Monotropism, or having the ability to home in on one aspect of communication or on one interest at one time, can happen to NT and AS individuals. However, rigid monotropism often occurs in an AS individual’s world, and we are said to have ‘tunnel vision’ (Attwood 2007) or, as parents often say, ‘my child seems only to be interested in his or her interests’. Monotropism will mean, for most of us, difficulties coping with change because we are single-minded. For many, this is demonstrated in our difficulties with change in routine, expectation, instruction, daily schedule, movement of attention or incorporating another set of demands into the present scenario. For example, coping with change can involve listening and then being required to participate in decision making without due time to process information; thus, being forced to move from one channel to another (Kluth and Chandler-Olcott 2008).
For many of us the discomfort at encountering change is one consequence of being attention-tunnelled or monotropic (e.g. Bogdashina 2006; Greenaway and Plaisted 2005; Murray et al. 2005).
I suggest that problems in AS, such as building connections to concepts, are founded in monotropism, which leads to fewer connections between attention, interest and sensory and motor dynamics.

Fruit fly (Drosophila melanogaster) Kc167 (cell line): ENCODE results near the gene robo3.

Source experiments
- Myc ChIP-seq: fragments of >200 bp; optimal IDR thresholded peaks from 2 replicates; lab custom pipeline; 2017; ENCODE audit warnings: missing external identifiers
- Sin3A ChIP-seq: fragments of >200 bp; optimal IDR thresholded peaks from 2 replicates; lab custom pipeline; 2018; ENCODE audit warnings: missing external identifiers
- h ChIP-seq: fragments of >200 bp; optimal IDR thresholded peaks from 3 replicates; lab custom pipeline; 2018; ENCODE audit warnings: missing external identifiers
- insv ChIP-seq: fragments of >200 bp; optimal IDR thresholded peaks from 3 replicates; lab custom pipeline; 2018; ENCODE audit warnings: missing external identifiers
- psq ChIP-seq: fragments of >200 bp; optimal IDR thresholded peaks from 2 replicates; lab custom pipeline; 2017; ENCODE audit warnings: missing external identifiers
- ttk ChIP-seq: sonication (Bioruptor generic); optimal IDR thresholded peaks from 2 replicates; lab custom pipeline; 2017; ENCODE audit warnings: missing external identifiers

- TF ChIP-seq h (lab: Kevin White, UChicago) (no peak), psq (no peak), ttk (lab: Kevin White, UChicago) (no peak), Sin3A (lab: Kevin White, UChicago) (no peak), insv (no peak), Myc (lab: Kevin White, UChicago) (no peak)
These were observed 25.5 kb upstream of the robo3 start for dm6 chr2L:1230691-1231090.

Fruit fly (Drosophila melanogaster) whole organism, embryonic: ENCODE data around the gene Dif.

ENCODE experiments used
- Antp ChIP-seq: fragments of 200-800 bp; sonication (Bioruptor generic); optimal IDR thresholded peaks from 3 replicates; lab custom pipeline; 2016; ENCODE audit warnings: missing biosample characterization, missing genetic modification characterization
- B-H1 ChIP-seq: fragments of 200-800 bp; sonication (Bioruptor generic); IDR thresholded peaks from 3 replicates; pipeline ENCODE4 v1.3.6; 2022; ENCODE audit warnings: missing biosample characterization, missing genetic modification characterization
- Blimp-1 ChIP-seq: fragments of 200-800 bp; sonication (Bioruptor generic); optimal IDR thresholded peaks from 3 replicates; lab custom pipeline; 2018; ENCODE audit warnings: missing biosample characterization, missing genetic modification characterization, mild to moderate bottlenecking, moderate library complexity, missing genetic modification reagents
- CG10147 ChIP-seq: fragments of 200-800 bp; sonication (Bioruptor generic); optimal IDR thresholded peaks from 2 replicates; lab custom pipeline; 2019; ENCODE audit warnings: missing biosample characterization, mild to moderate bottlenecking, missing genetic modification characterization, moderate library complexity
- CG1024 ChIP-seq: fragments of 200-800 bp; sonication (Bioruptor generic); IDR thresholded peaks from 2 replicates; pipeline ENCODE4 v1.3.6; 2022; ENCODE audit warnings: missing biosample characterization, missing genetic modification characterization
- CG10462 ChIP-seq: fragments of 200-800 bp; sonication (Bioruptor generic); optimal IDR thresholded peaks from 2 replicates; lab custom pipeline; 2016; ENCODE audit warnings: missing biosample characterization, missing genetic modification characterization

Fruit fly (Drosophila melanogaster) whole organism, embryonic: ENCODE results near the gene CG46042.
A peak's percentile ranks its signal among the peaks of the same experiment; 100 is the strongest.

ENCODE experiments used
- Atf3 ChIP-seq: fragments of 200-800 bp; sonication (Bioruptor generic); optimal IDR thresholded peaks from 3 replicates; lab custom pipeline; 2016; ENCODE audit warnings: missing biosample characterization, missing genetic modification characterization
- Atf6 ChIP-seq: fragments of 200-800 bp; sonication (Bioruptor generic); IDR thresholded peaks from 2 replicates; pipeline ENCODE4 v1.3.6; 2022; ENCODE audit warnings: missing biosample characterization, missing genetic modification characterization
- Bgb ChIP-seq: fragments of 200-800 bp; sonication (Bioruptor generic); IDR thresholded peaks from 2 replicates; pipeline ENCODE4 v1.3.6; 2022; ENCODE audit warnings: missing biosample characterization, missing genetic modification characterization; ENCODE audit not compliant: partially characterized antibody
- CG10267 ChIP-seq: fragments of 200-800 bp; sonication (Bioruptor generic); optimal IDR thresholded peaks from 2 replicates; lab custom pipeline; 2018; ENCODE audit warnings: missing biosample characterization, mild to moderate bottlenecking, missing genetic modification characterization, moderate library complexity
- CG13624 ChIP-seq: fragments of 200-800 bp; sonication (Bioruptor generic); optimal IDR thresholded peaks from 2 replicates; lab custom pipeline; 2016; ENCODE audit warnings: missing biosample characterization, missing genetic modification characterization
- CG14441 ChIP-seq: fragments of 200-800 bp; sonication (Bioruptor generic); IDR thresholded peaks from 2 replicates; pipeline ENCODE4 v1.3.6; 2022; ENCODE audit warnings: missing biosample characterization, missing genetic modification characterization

I believe monotropism describes much of the autistic disposition, but it cannot be solely responsible for the full picture. If monotropism alone was responsible for AS, it would mean autistic behaviour might be evinced whenever any individual was focused upon one thing at any given time. However, this does not seem to be the case. Frequently NTs focus their attention but do not exhibit behaviours that qualify as a diagnosis of AS. Therefore, finding an explanation of AS that fits with the clinical picture described by the diagnostic criteria (see Appendix B) and experienced by us as autistic people might have a monotropic foundation, but it needs to have other flow-on applications.
This is why the ideas associated with traditional theories of AS are being questioned in this book and the newly developed theory of AS concerning the concepts associated with the use of single attention and associated cognition in autism (SAACA) are suggested. SAACA is argued to be responsible for the pattern of characteristics seen in AS and experienced by us as the AS population. SAACA, which was developed from the idea of monotropism, explains the autistic learning style unlike any other. Current traditional theories of AS have too many gaps and fail to accommodate the clinical picture seen in AS. Within this new approach a particular learning style is said to be responsible for the current criteria for an AS assessment and the AS individual’s experience.